It was a response to yesterday's strong position taken by Commissioner Reding on the treatment - the mass deportations - of the Roma in France:
"My patience is wearing thin. Enough is enough," Ms Reding said, while pounding her fist on the pulpit.
France will be taken to court by the Commission for breaching EU law, which does not permit mass explusions based on ethnicity, which seems to be have been explicit French policy according to a French memo on the policy. Though the explusions were taking place too quickly for a case-by-case approach (which would have been permitted), French officials had been reassuring the Commission that they would deport people on a case-by-case basis. This deception by French officials empowered to discuss the matter in Brussels has upset Reding too.
I'm glad the Commission is finally taking a strong, outspoken stance on the issue. Reding had made an earlier statement, but this goes much further and has rightly attracted more attention, and is a welcome counter to attempts to make the explusions respectable by Europeanising the issue.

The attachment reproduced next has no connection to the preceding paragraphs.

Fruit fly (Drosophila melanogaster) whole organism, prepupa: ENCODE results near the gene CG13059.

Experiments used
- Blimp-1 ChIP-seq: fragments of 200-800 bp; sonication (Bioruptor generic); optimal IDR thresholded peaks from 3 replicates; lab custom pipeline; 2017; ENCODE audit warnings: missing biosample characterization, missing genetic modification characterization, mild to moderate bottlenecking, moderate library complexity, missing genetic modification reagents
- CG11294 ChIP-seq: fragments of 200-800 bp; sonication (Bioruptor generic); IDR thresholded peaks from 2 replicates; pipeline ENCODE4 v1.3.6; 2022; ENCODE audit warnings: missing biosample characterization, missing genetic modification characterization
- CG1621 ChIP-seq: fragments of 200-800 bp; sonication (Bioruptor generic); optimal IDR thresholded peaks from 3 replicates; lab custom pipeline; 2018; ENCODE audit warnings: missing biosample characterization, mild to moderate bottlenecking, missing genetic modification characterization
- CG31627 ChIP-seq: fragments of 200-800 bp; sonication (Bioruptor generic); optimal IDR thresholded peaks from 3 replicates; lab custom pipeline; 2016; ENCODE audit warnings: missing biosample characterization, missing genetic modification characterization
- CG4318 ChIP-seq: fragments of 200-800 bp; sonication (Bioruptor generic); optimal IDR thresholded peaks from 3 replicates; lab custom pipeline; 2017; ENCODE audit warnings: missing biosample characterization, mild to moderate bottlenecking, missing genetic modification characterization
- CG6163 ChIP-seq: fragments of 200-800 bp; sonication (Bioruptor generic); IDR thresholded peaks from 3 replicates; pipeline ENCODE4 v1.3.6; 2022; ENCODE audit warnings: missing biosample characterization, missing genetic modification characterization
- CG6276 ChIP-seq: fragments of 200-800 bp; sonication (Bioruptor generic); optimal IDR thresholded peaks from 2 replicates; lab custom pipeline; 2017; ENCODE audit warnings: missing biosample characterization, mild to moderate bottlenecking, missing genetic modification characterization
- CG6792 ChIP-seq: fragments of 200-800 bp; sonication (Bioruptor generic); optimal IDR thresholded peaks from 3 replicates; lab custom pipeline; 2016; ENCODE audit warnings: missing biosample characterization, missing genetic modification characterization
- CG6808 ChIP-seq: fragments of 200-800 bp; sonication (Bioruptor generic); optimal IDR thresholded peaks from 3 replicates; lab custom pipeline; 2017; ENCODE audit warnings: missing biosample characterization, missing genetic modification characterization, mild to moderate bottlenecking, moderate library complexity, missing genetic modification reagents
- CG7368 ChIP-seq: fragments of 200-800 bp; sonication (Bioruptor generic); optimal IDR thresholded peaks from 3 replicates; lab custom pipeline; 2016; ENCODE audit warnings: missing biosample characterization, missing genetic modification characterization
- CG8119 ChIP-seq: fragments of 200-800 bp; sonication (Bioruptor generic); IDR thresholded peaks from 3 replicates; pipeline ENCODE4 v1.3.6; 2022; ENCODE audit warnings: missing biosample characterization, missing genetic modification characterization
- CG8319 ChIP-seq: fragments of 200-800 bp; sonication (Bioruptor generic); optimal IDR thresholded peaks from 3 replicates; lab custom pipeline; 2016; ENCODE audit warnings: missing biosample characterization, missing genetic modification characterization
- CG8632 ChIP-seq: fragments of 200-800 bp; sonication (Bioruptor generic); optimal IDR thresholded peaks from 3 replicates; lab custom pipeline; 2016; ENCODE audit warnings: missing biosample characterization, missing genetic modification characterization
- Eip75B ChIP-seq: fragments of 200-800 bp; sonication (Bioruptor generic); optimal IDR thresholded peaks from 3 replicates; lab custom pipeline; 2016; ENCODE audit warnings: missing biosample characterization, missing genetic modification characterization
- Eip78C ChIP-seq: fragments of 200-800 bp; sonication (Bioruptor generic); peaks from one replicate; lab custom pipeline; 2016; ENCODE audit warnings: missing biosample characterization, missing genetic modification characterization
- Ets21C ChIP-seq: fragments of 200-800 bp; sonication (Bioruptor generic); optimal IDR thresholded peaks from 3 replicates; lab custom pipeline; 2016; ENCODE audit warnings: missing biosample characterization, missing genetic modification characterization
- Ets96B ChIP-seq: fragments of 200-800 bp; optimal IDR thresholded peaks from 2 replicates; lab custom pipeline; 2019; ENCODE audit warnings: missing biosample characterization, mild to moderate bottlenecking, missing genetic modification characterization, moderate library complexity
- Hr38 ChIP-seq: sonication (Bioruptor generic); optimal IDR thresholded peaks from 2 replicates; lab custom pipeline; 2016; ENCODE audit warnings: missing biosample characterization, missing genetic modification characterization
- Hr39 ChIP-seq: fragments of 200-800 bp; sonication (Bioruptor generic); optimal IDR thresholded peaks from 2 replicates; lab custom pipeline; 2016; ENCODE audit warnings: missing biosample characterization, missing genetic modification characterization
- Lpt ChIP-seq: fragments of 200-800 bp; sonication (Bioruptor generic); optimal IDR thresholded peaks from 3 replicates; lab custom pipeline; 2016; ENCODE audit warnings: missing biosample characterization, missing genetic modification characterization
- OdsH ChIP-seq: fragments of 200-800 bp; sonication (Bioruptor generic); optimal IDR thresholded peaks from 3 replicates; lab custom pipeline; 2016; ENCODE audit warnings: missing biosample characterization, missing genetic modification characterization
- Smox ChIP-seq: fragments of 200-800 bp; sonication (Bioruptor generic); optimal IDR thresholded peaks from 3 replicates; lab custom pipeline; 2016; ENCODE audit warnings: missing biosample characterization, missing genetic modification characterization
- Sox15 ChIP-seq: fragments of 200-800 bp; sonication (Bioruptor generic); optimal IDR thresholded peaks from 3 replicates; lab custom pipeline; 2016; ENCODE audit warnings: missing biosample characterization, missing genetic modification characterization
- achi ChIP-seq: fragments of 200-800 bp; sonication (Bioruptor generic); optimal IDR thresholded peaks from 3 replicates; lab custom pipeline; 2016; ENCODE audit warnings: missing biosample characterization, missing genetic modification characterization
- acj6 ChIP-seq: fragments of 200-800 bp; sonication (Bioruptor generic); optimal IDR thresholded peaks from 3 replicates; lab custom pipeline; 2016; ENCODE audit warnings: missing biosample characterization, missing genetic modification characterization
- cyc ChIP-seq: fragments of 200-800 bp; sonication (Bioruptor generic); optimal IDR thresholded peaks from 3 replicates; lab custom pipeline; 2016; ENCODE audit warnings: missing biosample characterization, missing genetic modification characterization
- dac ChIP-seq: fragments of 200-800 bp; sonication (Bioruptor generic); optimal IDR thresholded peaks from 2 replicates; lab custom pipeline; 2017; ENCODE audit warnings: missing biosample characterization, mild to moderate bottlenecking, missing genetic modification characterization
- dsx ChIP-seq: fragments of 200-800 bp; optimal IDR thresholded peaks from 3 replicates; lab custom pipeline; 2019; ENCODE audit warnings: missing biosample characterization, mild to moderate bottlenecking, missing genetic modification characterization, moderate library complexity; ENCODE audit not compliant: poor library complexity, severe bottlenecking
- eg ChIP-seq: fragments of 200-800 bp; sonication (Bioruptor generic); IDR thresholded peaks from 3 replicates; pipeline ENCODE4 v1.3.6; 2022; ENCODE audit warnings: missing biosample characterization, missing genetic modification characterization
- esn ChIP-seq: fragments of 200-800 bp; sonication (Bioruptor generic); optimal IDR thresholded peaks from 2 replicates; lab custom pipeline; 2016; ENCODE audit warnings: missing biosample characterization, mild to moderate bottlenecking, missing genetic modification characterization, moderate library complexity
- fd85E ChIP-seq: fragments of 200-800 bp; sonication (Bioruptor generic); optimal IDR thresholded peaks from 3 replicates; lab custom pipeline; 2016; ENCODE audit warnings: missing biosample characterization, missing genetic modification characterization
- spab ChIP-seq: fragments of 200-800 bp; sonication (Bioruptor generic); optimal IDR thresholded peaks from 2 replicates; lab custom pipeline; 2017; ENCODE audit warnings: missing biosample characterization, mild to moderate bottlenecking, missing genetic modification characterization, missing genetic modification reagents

France's response highlights the government's view on Europe: as a place where a privillaged few major powers are treated differently to the smaller member states. This is a destructive attitude for the EU, since it erodes the confidence of small states and of citizens in the Commission when this vision is played out. When Paris feels that it can issue a lettres de cachet and not be effected by the rule of law, it naturally strikes at the heart of a system backed up only by the rule of law. It is easy for the Commission to become trapped between the big states and to play down its voice when they verge on breaking the law, so it's great to see the Commission bravely miss an opportunity to remain quiet.
You can watch Reding's statement here.